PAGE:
Artists as disparate as Radiohead and Dilla donâ€™t often have the mutual and well-deserved honor of sharing writing credits on the same album, let alone on a jazz piano trio release like In My Element. It's taken an adventurous and intuitive musician, 27-year-old pianist/composer Robert Glasper, to reinvent the Jazz tradition of reworking pop standards by using source material not from the first half of the 20th century on In My Element
While the choices of â€œnew standardsâ€ on this release (Glasperâ€™s second on Blue Note) are notably diverse, his original compositionsâ€”which make up the bulk of the albumâ€”are equally far-reaching. In addition to gospel, pop, ballads, and the manifold Jazz palette, Glasperâ€™s writing and arranging clearly draws from hip-hop. More specifically, it references the innovative rhythmic feel of J-Dilla, whose recent death and music legacy has profoundly affected contemporary musicians of all stripes. At the same time, the influence here is subtle, and the overall aesthetic or â€œsoundâ€ is distinctly in the jazz piano trio tradition.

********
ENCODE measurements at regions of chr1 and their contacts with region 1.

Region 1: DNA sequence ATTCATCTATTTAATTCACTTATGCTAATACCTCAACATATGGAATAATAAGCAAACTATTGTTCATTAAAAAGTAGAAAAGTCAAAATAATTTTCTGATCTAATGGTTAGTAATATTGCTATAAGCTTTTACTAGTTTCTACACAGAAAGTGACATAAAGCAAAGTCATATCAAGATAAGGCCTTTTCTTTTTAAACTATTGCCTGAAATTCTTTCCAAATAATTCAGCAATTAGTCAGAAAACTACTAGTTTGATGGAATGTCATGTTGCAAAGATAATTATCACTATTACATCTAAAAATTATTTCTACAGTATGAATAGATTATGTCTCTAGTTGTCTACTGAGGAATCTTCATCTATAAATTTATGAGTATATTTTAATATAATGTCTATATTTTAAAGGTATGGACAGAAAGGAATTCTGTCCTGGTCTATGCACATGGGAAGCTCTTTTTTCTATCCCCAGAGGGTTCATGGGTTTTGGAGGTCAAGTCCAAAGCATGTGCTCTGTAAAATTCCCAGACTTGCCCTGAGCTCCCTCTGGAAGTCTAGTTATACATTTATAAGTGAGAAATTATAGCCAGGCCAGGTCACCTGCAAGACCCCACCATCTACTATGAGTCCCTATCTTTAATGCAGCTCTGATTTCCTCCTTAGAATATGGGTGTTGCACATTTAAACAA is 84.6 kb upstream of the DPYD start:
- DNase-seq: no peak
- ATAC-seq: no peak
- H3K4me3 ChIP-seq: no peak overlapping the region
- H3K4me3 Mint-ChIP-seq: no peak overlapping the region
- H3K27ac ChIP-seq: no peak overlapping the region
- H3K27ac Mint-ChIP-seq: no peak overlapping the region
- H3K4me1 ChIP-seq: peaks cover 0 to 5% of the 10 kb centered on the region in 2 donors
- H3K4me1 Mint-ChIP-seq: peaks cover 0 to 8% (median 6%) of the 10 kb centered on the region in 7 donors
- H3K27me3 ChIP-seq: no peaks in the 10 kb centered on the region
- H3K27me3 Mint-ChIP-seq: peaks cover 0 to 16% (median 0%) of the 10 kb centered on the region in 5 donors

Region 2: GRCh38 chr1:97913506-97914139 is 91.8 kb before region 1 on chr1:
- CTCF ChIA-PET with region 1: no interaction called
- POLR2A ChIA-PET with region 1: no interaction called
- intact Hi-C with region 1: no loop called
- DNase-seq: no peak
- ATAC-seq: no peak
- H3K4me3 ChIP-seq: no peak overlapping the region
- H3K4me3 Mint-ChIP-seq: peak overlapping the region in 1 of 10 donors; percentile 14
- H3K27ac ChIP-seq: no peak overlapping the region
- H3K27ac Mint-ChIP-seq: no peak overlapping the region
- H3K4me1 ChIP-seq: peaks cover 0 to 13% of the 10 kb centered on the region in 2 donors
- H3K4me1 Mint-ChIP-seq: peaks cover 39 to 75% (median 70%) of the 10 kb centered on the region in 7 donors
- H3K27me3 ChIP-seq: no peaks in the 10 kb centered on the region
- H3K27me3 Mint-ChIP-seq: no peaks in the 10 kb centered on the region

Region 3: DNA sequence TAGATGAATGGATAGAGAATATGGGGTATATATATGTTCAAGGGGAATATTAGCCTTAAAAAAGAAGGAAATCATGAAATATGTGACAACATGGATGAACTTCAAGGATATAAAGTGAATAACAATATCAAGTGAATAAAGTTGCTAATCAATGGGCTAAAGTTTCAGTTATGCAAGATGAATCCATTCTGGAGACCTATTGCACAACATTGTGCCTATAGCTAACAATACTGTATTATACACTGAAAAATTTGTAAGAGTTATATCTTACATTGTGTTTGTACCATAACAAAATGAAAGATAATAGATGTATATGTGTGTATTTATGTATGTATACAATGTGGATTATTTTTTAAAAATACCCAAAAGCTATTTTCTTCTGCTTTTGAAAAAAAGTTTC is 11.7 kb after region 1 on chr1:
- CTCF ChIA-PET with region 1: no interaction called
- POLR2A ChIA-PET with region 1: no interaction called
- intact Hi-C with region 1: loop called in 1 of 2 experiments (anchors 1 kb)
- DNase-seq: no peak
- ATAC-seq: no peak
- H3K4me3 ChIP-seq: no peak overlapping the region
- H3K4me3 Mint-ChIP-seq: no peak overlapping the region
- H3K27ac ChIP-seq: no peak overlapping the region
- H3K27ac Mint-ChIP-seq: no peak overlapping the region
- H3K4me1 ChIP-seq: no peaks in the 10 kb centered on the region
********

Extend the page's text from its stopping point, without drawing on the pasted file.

One song, â€œTribute,â€ features a recorded excerpt from Glasperâ€™s motherâ€™s eulogy, which centers around the idea that it is not her birth or death that matter but the dash in between, her life that she lived to its fullest. This becomes a good analogy for Glasperâ€™s work, which lives beautifully in the many â€œdashesâ€ he traverses. Between Radiohead and Dilla, traditional and experimental, live and programmed, old and new, dash dash dashâ€¦Pick it up from Amazon or iTunes.
by DJ Scribe